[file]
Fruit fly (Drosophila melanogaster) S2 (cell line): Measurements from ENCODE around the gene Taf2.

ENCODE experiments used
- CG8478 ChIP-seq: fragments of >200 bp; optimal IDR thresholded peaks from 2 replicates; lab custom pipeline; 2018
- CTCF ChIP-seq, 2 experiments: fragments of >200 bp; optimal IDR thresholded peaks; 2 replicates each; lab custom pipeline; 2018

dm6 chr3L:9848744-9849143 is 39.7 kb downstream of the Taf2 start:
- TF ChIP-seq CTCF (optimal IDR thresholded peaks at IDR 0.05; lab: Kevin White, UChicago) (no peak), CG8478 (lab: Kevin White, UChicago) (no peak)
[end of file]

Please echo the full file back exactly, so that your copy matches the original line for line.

Fruit fly (Drosophila melanogaster) S2 (cell line): Measurements from ENCODE around the gene Taf2.

ENCODE experiments used
- CG8478 ChIP-seq: fragments of >200 bp; optimal IDR thresholded peaks from 2 replicates; lab custom pipeline; 2018
- CTCF ChIP-seq, 2 experiments: fragments of >200 bp; optimal IDR thresholded peaks; 2 replicates each; lab custom pipeline; 2018

dm6 chr3L:9848744-9849143 is 39.7 kb downstream of the Taf2 start:
- TF ChIP-seq CTCF (optimal IDR thresholded peaks at IDR 0.05; lab: Kevin White, UChicago) (no peak), CG8478 (lab: Kevin White, UChicago) (no peak)